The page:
Congress Introduces Rural Broadband Acceleration Act to Speed Deployment During Pandemic

In an attempt to hasten broadband expansion in response to the ongoing Covid-19 pandemic, politicians in both the U.S. Senate and House of Representatives have now introduced the Rural Broadband Acceleration Act. The bipartisan legislation — introduced in the House in late May and in the Senate just last week — would direct the federal government to speed up the disbursement of $20.4 billion in funding for rural broadband access, in order to connect communities that have been further isolated by the public health crisis.

We wrote previously about a push from electric cooperatives, led by consultant Conexon, calling for expedited rural broadband funds. Having quicker access to the planned subsidies, they argued, would allow the co-ops to connect the unserved rural Americans who are desperately in need of better connectivity to work remotely, attend online school, and participate in telehealth appointments during the pandemic.

Beyond electric cooperatives, the current legislation also has support from advocates and businesses that promote high-quality, often fiber-based broadband networks, but some have raised concerns that the funding process would be reliant on inaccurate federal broadband data.

A Bill in Two Acts

In the U.S. House, Majority Whip James Clyburn of South Carolina and Representative Fred Upton of Michigan introduced the Rural Broadband Acceleration Act, HR 7022, back in May. The two legislators have since been joined by a bipartisan group of more than 30 cosponsors.

Last week, a similarly bipartisan set of senators introduced a version of the legislation, SR 4201, in their chamber as well. The cosponsors in the Senate are Senators Rob Portman and Sherrod Brown of Ohio, Mike Braun of Indiana, Michael Bennet of Colorado, and Doug Jones of Alabama.

The proposed bills direct the Federal Communications Commission (FCC) to more quickly hand out monies from the upcoming Rural Digital Opportunity Fund (RDOF) program, which will use a reverse auction bidding process to disburse up to $20.4 billion to providers to deploy broadband in unserved rural areas. This would be accomplished by condensing the application process, setting earlier buildout requirements, and automatically awarding funds to applicants that are the sole bidder in an area that commits to offering symmetrical gigabit service. These measures would likely result in a notable proportion of funds going to rural cooperatives, local governments, and other community-based broadband providers to quickly build high-quality fiber networks.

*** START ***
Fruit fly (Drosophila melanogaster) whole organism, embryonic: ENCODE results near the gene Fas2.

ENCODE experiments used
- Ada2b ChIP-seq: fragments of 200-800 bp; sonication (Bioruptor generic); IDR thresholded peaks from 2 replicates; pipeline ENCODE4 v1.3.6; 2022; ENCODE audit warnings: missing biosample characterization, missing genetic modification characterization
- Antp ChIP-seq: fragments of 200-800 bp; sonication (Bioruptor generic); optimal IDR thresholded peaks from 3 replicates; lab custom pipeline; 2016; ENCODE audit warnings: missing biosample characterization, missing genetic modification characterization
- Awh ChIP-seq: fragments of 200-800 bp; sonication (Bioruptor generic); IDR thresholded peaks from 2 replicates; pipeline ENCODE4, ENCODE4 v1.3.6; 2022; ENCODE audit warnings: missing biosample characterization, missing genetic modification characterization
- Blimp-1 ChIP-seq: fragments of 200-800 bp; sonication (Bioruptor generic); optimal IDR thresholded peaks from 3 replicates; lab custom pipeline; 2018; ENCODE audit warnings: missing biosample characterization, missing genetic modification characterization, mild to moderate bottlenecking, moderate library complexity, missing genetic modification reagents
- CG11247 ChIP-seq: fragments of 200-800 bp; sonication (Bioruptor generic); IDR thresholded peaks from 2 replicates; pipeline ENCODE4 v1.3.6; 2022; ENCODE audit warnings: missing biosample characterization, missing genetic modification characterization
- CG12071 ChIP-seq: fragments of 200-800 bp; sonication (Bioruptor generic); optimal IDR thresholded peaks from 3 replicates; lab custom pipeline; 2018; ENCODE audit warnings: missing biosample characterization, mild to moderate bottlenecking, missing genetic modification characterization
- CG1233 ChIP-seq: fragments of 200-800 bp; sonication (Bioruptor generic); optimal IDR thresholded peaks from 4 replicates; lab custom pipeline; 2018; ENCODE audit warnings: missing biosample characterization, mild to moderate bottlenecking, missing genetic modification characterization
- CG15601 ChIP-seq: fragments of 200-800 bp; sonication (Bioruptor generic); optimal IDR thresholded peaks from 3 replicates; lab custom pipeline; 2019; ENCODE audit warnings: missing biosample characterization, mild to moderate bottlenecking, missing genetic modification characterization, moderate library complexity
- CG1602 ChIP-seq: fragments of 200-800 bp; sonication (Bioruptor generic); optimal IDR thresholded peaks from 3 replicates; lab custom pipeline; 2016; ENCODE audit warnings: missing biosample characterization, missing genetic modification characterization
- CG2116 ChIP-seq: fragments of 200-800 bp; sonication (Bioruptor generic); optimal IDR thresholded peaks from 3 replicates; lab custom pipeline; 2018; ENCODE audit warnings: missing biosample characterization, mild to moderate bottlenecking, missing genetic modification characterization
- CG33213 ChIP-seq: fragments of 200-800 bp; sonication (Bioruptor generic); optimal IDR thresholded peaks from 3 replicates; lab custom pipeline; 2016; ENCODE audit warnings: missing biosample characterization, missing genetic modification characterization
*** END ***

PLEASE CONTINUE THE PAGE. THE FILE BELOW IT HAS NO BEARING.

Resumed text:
The final bill texts for both chambers aren’t available yet on the official Congress website, but it appears that the Senate version of the Rural Broadband Acceleration Act would also allow Internet access providers that haven’t been designated as Eligible Telecommunications Carriers to receive federal broadband subsidies from programs like RDOF, potentially opening participation to large cable monopolies as well as more non-traditional telecommunications providers. This language was not in a discussion draft [pdf] of the original House bill.

Embraced by Cooperatives, Others

In addition to Conexon and the rural electric cooperatives that voiced early support for the policies in the Rural Broadband Acceleration Act, groups like the National Association of Realtors, the Internet and Television Association (NCTA), the Fiber Broadband Association, and the National Rural Health Association have endorsed the new legislation.

Some have noted concerns with accelerating RDOF, notably pointing out that the areas eligible for funding are based on inaccurate federal data that overstate broadband coverage and availability. The FCC is in the process of updating its data collection method to achieve more granular results, though it is not expected to be ready in time for the program’s planned start date in October. The draft of the House bill [pdf] appears to call on the FCC to improve its broadband maps before then, but even without updated data, there are still plenty of rural Americans desperately in need of better connectivity who stand to benefit from the acceleration of brodband deployment

For more on RDOF, listen to episode 402 of the Community Broadband Bits podcast for an interview with Jonathan Chambers of Conexon.